In an interview with a British television channel, Sharif said that he wants to include the Taliban in the peace council, adding that Interior Minister Chaudhry Nisar Ali Khan had been tasked with opening dialogue with the Islamist organization, reported the Daily Times.
“We are serious in our efforts to hold dialogue with the Taliban,” stressed Sharif, saying talks with the group were a necessary step to bring peace to the whole region. Furthermore, Sharif underlined he fully supported Afghanistan in its quest for peace and offered technical assistance in next year’s elections.
Minister Sharif is in London for peace talks with Afghan President Hamid Karzai and UK Prime Minister David Cameron. All three parties confirmed their commitment to the ongoing peace process ahead of the final withdrawal of US-led NATO forces from Afghanistan in December 2014.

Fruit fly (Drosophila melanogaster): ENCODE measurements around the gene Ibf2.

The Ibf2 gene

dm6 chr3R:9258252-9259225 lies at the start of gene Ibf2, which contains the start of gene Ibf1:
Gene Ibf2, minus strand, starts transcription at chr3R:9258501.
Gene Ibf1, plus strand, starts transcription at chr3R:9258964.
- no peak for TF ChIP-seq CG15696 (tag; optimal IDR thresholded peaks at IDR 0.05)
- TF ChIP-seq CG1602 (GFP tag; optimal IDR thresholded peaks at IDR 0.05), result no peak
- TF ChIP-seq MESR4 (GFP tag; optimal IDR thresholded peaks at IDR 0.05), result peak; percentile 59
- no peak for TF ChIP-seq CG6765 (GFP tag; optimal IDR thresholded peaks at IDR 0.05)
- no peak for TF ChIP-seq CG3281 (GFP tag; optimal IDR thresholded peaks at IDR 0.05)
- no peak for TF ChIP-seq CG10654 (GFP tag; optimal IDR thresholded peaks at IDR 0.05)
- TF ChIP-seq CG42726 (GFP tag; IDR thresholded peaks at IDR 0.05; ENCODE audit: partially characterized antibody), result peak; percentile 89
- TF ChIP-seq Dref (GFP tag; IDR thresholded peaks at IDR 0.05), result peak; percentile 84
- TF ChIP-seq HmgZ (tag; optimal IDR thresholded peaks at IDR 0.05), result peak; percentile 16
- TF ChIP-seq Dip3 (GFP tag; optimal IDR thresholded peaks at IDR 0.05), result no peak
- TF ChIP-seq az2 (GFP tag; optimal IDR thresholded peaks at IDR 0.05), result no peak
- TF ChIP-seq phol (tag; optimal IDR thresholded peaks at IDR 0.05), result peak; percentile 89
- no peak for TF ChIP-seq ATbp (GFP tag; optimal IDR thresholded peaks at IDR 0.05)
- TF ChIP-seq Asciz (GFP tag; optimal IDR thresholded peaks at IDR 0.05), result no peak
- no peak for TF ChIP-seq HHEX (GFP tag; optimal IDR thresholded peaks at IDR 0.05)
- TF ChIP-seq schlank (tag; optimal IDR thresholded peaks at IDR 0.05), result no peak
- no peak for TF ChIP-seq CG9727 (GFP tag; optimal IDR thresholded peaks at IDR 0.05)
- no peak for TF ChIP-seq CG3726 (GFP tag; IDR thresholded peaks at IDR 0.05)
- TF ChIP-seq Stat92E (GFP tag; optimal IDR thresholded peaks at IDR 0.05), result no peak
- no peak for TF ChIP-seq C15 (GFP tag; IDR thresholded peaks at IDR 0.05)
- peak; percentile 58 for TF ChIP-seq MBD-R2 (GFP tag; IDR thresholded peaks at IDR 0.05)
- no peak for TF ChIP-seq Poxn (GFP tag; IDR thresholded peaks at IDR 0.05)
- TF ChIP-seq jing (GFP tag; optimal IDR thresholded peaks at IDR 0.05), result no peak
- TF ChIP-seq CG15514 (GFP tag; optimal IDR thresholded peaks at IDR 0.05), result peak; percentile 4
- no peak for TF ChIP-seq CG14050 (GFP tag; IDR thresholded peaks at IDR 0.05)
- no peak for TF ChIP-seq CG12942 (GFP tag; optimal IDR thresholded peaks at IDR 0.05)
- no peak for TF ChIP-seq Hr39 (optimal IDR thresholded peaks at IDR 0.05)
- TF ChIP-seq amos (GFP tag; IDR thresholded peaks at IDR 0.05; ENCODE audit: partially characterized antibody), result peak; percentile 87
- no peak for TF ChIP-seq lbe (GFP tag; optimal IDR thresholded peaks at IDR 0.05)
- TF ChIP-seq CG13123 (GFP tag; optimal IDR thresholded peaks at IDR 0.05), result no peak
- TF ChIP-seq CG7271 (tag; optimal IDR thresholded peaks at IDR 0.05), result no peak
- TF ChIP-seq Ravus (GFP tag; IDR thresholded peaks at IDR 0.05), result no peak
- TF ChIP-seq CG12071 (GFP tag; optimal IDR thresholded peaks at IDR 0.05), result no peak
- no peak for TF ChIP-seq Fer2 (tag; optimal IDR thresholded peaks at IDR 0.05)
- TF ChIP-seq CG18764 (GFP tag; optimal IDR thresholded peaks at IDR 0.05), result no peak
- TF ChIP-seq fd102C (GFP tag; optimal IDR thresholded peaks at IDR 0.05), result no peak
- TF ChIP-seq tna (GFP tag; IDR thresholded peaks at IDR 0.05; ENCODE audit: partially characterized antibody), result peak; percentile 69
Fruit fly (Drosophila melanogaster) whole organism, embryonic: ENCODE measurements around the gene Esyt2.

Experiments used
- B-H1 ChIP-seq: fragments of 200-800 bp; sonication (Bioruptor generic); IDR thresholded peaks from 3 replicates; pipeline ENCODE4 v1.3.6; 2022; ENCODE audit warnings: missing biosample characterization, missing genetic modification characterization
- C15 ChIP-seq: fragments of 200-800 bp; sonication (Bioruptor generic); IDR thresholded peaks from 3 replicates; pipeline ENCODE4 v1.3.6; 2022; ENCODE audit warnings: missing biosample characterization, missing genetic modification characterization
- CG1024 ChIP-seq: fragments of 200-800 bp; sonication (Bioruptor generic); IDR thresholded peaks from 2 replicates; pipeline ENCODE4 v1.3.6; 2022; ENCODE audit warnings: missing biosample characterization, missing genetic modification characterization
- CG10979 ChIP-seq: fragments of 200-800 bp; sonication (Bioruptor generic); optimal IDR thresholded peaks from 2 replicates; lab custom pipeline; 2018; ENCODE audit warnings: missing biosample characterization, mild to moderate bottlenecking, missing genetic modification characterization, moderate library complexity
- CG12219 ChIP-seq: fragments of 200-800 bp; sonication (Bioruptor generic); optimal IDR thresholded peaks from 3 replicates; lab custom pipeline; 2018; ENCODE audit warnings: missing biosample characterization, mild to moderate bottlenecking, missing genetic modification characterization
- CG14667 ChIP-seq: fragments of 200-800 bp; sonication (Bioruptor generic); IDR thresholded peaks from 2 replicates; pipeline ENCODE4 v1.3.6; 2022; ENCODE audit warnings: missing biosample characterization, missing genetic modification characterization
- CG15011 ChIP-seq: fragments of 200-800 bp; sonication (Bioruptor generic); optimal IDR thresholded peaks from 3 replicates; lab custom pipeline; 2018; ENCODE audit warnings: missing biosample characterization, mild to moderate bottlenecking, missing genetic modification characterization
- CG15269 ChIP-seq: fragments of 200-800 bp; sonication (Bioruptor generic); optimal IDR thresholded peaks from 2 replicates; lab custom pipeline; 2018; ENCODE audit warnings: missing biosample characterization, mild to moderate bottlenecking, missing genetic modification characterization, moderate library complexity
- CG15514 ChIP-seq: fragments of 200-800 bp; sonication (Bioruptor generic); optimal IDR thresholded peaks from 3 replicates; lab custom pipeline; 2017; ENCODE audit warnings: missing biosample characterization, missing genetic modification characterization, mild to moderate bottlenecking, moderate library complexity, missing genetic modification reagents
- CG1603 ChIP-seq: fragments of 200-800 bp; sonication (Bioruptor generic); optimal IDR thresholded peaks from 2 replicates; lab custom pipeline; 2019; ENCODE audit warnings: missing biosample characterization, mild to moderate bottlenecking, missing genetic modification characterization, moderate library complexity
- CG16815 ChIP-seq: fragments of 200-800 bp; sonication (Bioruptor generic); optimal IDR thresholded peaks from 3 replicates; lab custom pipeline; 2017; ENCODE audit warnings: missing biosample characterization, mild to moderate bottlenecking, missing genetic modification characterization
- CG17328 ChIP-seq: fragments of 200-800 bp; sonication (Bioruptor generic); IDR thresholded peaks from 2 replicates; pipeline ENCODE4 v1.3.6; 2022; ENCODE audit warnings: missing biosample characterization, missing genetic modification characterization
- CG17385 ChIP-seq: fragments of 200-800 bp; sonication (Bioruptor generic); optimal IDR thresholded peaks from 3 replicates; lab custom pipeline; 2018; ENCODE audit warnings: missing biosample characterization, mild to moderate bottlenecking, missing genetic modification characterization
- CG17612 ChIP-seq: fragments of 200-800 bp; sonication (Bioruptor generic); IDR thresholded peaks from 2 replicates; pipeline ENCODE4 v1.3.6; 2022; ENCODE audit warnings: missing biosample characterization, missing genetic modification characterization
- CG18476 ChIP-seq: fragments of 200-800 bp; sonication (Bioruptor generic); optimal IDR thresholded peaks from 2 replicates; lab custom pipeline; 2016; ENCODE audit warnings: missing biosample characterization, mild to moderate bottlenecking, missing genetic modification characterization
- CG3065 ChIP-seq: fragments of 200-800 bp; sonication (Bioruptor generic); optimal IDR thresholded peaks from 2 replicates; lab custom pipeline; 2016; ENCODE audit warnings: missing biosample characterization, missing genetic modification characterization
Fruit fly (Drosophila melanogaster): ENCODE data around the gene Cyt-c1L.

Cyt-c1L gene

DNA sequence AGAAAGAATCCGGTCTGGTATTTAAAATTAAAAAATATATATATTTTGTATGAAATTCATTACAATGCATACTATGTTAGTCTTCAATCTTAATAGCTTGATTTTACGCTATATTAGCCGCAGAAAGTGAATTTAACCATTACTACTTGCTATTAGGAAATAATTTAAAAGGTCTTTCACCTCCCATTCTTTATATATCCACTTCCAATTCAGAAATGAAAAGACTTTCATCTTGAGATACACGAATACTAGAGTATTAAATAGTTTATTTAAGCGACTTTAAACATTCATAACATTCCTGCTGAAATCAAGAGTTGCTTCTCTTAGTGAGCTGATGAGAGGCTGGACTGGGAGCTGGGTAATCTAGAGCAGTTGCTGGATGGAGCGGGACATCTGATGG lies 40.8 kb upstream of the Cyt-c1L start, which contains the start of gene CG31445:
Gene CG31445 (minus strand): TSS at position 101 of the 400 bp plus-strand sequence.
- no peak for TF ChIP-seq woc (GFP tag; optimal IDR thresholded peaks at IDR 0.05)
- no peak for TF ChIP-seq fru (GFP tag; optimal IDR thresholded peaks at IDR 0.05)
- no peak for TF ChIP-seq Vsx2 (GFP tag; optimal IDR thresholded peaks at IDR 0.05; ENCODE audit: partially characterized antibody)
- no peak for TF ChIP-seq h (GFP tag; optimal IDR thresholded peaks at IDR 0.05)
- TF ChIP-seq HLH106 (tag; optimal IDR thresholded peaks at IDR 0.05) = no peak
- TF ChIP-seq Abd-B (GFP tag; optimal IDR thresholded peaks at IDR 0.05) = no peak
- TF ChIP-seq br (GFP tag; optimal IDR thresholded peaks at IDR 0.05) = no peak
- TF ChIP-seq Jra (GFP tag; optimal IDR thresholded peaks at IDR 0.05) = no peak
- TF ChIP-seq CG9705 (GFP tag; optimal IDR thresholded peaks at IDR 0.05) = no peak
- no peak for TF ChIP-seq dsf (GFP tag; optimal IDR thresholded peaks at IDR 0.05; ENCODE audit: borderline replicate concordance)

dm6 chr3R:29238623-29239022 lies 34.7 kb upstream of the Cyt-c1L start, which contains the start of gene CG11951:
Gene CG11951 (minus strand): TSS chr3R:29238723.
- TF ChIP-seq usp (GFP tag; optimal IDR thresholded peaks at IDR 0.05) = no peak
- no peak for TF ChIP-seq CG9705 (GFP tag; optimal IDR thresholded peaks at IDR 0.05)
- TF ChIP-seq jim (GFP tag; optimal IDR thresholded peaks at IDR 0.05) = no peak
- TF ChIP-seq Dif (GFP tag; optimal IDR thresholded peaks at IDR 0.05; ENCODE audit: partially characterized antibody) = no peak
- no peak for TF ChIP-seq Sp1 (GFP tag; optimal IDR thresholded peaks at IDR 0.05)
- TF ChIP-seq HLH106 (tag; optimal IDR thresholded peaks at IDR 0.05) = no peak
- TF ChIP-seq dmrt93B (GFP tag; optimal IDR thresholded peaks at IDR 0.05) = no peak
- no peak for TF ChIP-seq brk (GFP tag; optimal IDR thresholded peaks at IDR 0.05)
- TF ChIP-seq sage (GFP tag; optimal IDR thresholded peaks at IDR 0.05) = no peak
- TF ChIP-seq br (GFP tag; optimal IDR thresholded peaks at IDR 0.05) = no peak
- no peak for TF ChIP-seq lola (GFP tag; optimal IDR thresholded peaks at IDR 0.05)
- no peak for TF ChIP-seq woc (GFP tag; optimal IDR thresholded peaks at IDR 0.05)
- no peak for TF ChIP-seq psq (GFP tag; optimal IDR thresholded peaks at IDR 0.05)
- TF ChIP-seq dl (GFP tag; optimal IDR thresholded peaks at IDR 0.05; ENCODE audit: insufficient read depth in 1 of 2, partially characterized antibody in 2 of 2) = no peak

Moreover, Afghanistan said they had reached a breakthrough with Pakistan and would send a delegation to speak with the Taliban second-in-command, Mullah Abdul Ghani Baradar. One of the main aims of the negotiations for the Afghan side was to discern the whereabouts of Taliban commander Mullah Mohammad Omar’s right-hand-man who was released from a Pakistani prison last month.
The Afghan government believes he is a key figure in establishing dialogue with the militant group, RT reported.
"The leaders of the three countries spoke about Pakistan's role in the peace process and it was agreed that the High Peace Council delegation would travel to Pakistan in the near future to meet Mullah Baradar," the Afghan presidential palace said in a statement. Baradar remains under close supervision by Pakistani authorities.
In the run-up to negotiations, the Afghan government said they also wanted Pakistan to play a role in preventing terrorists from crossing the border into Afghanistan.